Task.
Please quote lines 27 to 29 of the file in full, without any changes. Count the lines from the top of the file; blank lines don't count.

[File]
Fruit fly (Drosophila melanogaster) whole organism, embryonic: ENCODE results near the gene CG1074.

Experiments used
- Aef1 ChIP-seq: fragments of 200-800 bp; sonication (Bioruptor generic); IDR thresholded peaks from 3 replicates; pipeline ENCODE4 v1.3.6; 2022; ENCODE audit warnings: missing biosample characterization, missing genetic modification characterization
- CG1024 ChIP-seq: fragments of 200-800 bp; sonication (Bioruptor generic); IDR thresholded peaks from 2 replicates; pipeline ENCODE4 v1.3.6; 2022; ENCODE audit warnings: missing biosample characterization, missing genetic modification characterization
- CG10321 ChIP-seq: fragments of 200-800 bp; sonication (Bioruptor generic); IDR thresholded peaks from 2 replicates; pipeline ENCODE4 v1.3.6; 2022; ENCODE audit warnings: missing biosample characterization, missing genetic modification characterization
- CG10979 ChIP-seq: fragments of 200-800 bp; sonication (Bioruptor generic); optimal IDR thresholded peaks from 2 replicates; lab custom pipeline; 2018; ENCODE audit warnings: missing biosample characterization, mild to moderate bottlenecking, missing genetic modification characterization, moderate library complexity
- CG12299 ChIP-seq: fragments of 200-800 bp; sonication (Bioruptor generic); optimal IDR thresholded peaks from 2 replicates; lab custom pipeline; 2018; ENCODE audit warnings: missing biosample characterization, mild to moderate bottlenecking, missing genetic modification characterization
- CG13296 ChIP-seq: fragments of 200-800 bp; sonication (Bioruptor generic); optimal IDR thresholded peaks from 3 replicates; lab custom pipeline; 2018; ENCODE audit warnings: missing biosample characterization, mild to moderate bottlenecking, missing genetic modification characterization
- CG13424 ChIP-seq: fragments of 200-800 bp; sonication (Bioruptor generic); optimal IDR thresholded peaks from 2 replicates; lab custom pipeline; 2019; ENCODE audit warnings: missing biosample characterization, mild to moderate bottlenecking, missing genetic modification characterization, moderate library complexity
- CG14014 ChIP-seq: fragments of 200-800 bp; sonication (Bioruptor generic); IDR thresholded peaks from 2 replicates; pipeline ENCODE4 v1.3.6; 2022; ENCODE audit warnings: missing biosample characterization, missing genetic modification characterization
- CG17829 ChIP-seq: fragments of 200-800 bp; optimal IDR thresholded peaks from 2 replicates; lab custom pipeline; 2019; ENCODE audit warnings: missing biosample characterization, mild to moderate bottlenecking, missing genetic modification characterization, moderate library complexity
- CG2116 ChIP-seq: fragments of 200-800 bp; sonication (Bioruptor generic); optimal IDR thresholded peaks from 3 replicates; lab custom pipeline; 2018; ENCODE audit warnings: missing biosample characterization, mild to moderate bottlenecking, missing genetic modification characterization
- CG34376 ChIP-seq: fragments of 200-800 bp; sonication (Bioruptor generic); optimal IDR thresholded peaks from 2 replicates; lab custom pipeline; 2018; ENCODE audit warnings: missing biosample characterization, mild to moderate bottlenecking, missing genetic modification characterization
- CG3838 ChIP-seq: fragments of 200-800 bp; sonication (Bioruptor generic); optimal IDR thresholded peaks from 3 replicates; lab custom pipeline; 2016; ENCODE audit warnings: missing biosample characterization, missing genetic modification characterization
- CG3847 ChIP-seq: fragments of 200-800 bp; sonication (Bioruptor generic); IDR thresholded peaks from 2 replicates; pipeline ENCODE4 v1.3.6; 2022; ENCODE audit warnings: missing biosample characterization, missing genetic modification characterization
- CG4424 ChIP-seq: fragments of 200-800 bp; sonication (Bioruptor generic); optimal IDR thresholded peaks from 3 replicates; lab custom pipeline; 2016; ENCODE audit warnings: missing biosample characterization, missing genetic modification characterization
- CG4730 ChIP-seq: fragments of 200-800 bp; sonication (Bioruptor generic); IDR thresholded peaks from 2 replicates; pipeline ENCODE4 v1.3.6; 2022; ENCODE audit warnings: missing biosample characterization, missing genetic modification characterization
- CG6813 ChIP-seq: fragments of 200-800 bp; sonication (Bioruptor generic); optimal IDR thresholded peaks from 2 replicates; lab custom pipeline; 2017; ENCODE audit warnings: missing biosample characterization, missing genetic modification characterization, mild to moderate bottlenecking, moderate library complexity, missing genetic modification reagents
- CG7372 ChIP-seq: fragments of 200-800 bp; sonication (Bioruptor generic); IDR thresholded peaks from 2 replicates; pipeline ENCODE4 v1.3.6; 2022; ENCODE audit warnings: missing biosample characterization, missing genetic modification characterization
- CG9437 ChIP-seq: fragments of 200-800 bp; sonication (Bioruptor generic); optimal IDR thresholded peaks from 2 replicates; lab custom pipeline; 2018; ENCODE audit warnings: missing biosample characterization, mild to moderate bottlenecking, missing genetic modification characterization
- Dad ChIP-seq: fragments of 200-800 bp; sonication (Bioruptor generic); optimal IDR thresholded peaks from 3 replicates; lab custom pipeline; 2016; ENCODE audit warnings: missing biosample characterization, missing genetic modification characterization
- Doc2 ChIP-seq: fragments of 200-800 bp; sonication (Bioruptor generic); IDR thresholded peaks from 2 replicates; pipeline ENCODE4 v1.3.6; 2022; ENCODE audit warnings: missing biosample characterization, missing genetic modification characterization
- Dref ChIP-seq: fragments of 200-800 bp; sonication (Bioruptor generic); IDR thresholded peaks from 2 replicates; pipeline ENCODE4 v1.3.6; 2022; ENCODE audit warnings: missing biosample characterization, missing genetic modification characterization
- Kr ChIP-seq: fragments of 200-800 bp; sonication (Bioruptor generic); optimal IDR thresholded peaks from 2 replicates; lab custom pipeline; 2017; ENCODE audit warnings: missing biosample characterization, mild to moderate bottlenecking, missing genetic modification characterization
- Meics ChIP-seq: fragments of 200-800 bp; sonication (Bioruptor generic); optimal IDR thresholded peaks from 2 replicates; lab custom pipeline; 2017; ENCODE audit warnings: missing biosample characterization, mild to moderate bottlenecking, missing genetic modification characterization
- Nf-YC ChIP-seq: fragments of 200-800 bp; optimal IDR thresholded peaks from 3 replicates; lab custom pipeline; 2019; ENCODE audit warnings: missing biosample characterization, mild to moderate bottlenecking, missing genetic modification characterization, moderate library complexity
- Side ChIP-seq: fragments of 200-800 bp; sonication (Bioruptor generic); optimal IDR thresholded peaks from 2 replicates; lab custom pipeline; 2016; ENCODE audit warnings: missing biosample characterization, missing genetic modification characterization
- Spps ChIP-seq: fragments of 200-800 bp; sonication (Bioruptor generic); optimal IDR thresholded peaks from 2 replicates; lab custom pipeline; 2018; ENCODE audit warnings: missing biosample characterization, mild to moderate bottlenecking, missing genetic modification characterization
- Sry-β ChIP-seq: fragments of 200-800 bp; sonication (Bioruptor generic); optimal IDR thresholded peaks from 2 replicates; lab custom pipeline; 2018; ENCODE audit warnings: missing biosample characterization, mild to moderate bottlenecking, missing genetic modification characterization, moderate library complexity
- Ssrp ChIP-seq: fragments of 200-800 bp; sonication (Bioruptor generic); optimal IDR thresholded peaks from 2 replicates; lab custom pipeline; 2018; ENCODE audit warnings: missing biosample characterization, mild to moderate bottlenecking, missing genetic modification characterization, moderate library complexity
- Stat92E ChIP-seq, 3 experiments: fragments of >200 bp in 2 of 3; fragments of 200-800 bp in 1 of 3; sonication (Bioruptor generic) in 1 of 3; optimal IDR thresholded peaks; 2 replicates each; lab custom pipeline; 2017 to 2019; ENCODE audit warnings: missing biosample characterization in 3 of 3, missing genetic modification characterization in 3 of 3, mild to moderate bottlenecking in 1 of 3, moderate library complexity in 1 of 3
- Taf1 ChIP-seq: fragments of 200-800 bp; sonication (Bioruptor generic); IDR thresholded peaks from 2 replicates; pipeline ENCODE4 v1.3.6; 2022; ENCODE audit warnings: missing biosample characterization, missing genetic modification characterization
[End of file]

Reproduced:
- Side ChIP-seq: fragments of 200-800 bp; sonication (Bioruptor generic); optimal IDR thresholded peaks from 2 replicates; lab custom pipeline; 2016; ENCODE audit warnings: missing biosample characterization, missing genetic modification characterization
- Spps ChIP-seq: fragments of 200-800 bp; sonication (Bioruptor generic); optimal IDR thresholded peaks from 2 replicates; lab custom pipeline; 2018; ENCODE audit warnings: missing biosample characterization, mild to moderate bottlenecking, missing genetic modification characterization
- Sry-β ChIP-seq: fragments of 200-800 bp; sonication (Bioruptor generic); optimal IDR thresholded peaks from 2 replicates; lab custom pipeline; 2018; ENCODE audit warnings: missing biosample characterization, mild to moderate bottlenecking, missing genetic modification characterization, moderate library complexity